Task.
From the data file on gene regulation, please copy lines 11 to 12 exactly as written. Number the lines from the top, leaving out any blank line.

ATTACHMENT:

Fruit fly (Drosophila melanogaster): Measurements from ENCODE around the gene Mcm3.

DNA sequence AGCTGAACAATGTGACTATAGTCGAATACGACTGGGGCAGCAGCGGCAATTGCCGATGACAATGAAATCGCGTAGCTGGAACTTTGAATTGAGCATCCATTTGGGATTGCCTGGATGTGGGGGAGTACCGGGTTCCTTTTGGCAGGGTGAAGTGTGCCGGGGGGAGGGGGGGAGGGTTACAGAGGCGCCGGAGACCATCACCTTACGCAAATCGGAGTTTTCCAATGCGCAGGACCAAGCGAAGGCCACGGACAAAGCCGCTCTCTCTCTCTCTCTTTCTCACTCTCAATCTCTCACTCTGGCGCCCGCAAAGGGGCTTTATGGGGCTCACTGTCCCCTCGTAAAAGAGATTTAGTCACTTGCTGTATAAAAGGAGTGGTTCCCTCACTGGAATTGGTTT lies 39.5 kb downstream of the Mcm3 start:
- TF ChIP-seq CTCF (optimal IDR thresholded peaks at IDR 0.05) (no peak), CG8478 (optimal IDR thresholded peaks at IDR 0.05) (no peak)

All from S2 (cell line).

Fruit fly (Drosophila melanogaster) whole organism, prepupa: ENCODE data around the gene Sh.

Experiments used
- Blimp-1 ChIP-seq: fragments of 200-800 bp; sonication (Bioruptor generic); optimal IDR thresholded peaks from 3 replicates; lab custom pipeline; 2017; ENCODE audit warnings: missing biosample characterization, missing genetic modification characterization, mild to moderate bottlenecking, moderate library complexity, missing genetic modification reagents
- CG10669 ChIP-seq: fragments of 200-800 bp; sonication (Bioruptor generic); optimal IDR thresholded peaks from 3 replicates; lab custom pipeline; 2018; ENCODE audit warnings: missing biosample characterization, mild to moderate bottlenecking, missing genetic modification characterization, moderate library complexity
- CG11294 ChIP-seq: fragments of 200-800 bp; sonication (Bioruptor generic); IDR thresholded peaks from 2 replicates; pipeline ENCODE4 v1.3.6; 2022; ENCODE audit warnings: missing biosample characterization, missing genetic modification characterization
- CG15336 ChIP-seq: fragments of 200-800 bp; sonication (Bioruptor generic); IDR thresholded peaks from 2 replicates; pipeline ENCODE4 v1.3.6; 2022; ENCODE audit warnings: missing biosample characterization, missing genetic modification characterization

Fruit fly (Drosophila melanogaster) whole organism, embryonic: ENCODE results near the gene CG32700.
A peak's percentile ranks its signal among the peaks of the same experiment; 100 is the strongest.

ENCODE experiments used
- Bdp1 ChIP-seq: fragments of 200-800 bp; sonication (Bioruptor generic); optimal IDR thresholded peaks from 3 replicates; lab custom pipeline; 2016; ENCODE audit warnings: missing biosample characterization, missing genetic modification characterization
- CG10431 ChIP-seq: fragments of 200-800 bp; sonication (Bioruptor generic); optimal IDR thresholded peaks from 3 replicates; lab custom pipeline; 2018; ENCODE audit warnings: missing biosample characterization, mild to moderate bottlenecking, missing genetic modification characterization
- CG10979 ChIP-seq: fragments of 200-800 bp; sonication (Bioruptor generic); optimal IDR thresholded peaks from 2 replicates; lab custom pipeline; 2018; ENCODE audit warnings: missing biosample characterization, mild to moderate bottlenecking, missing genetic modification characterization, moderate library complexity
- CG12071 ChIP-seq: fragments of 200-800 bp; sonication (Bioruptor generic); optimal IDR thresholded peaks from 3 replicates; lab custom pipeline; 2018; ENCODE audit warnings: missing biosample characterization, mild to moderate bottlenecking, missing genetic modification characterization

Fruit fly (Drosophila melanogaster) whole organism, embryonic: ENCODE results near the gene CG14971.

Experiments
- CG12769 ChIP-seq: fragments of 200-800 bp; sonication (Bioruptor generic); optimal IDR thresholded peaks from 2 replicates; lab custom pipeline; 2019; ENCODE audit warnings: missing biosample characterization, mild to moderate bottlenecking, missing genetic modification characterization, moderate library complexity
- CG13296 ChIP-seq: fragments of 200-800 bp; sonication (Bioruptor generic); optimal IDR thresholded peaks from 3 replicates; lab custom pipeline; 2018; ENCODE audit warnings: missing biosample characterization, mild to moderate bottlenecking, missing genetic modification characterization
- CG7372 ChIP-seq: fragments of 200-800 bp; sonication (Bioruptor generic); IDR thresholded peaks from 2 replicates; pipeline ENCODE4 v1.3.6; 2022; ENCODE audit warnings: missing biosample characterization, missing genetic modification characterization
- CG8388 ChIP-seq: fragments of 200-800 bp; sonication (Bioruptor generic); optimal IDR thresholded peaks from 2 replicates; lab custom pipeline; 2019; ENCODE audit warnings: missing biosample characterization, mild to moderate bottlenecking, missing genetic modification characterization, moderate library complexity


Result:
Fruit fly (Drosophila melanogaster) whole organism, embryonic: ENCODE results near the gene CG32700.
A peak's percentile ranks its signal among the peaks of the same experiment; 100 is the strongest.